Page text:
After an upbeat report on wage growth last Tuesday, consumer prices and retail sales out of the UK are the next in line to drive the British pound this week. Surprisingly, average earnings picked up speed in July, outstripping inflation for the fifth consecutive month, a sign that purchasing power could widen in the coming months. Retail sales for the month of August, however, are expected to show that household spending softened instead, even under projections that inflation in the same month has slowed down too.
On Wednesday at 0830 GMT, the Office for National Statistics in the UK is expected to report that the headline CPI rate continued to rise above the Bank of England’s price target of 2.0% in August, though compared to July’s mark of 2.5%, price growth is projected to cool to 2.4% in yearly terms. The core equivalent which excludes food and energy has also lost steam according to forecasts, inching down to 1.8%, from 1.9% in July. Producer prices accompanying the CPI release, another proxy for inflation, are expected to show a similar pattern, with the costs of goods and raw materials purchased by manufacturers easing by 0.8 percentage points to 9.1% y/y, while the costs of products sold by manufacturers is seen at 2.9%, below July’s rate of 3.1%.
On the retail sales front, forecasts are more pessimistic as analysts doubt whether the strong recovery has continued in August. In July, the heatwave in the UK and the World Cup event, fueled consumption, with retail sales surging unexpectedly by 3.5% year-on-year, faster than in June when the gauge marked a growth of 2.9%. In August, though, the weather returned to traditional temperatures and analysts believe that that the gauge declined by 0.2% month-on-month after rising by 0.7% in July, pushing the yearly measure down by 1.2 percentage points to 2.3%. Core retail sales which exclude fuel are also said to decline by 0.2% m/m, registering a slower yearly expansion of 2.5% compared to 3.7% seen before. Recall that readings from the British Retail Consortium, which are a decent gauge of the UK retail performance, identified a weaker trend in retail sales in August as well. Retail sales stats will be available on Thursday at 0830 GMT.
But even if the above data surprise to the upside, backing further monetary tightening in the future, the Bank of England appears to have no intention to elevate interest rates before Britain leaves the European Union on March 29 2019, despite signs of stronger wage and economic growth. The scenario of a no-deal Brexit became more realistic in policymakers’ minds in the past few months, with the BoE chief Mark Carney warning UK ministers behind closed doors last week about the potential negative implications under a disorderly exit from the bloc. Also, sources stated that Carney provided clues on the central bank’s strategy in case the EU and the UK fail to reach an agreement.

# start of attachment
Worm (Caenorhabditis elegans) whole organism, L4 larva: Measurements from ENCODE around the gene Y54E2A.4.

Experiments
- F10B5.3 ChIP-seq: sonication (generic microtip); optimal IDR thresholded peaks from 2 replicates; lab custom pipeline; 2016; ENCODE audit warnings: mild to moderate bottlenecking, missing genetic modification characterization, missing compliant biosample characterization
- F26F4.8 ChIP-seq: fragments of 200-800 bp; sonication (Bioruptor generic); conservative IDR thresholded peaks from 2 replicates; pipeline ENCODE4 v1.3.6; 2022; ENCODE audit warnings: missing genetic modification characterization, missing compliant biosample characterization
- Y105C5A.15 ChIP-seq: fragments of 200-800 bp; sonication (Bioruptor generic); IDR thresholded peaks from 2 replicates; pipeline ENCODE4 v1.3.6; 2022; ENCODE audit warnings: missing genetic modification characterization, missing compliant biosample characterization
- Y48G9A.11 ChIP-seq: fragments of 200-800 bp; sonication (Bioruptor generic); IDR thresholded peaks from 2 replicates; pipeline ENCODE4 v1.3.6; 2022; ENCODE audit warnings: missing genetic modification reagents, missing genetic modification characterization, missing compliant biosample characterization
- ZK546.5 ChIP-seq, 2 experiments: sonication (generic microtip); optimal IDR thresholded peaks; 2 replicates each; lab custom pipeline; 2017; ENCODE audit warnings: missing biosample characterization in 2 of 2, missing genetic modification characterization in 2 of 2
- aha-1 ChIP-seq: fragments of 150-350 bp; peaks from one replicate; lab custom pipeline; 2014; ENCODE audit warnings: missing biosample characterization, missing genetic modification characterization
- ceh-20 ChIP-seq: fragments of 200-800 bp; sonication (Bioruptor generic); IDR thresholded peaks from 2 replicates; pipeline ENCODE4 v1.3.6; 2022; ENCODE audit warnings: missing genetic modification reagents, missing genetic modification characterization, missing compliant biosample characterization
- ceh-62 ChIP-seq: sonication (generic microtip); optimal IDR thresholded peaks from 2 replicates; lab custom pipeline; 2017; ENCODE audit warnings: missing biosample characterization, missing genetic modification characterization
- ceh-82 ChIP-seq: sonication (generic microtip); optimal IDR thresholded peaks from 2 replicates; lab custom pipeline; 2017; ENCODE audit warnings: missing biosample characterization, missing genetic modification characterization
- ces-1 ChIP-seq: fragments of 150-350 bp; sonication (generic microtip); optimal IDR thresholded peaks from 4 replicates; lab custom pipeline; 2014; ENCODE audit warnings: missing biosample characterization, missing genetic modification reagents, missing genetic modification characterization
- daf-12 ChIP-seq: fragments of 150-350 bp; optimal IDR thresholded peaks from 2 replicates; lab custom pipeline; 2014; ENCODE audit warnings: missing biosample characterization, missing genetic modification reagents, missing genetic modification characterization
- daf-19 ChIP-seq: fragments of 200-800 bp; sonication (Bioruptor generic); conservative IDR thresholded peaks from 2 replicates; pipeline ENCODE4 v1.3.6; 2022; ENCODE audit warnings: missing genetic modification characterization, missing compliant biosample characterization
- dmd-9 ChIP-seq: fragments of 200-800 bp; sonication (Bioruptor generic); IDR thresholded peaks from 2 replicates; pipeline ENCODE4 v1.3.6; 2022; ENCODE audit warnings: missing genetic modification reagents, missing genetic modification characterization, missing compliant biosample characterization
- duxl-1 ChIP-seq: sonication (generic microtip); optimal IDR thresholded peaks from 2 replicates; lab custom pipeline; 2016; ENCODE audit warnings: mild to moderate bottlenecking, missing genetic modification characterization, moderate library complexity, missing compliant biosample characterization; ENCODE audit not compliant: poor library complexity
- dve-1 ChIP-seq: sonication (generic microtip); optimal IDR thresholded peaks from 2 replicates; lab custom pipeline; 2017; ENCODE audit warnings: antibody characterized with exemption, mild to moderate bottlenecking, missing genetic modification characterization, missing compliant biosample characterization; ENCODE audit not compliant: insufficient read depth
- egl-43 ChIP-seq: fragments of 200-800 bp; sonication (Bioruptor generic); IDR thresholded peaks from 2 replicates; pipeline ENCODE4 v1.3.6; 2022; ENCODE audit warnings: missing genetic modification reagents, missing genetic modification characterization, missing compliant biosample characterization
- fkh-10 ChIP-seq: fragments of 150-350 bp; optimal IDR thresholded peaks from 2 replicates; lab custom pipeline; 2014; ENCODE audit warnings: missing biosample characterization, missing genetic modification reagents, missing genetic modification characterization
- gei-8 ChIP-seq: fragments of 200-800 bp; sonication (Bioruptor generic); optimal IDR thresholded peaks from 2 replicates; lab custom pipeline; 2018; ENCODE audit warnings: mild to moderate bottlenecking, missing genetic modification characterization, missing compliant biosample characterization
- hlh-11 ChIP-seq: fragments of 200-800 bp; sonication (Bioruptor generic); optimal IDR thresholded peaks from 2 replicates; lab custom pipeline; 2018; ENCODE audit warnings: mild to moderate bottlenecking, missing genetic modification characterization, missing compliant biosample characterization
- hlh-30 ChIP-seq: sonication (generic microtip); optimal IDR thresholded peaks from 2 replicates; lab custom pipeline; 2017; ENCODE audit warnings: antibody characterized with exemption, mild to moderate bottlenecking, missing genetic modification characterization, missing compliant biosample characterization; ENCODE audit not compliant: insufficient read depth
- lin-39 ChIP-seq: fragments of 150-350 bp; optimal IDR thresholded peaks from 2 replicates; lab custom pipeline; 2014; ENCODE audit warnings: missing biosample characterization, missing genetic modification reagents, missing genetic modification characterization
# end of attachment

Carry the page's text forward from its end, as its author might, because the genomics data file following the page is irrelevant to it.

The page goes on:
Still, hopes for a Brexit solution remain alive, especially after the EU Brexit negotiation, Michel Barnier stated last month that the EU is open to discuss other backstops on the Northern Ireland Border, a key issue in the Brexit talks. Optimism heightened even further this week after reports stated that Barnier is working on plans to limit physical checks at the border, a sign that a deal could be achieved ahead of November’s implicit deadline. Yet, with the UK Cabinet being divided on the Chequer withdrawal plan, the UK Prime Minister will find it hard to get the green light from Parliament even if the EU leaders compromise. Note that on Thursday, May will meet her European counterparts in Salzburg, Austria. Although this is will be an informal gathering, it could still be a stepping stone for October’s regular EU summit.
Turning to FX markets, the pound continued to lose against the US dollar in August for the fifth consecutive month, unlocking 1-year lows at 1.2660. In September, though, cable managed to rebound on the back of Brexit optimism, set to fully recover last month’s losses. While a data beat this week might not change the BoE’s “gradual and limited” rate rhetoric, it could positively affect investors outlook on the UK economy and thus push the pound even higher. In this case, traders could look for resistance around 1.3213, the peak on July 26 before eyes turn to the 1.3300 round level. A bigger challenge, however, is expected to come at July’s high of 1.3362 as any decisive close above that point would confirm the start of an uptrend.
Alternatively, if the actual numbers fell short of expectations, then immediate support could be found at 1.3100. Below that mark, bears could retest August peak of 1.3043, while steeper declines could also meet a wall around 1.2955 which acted as a support in July.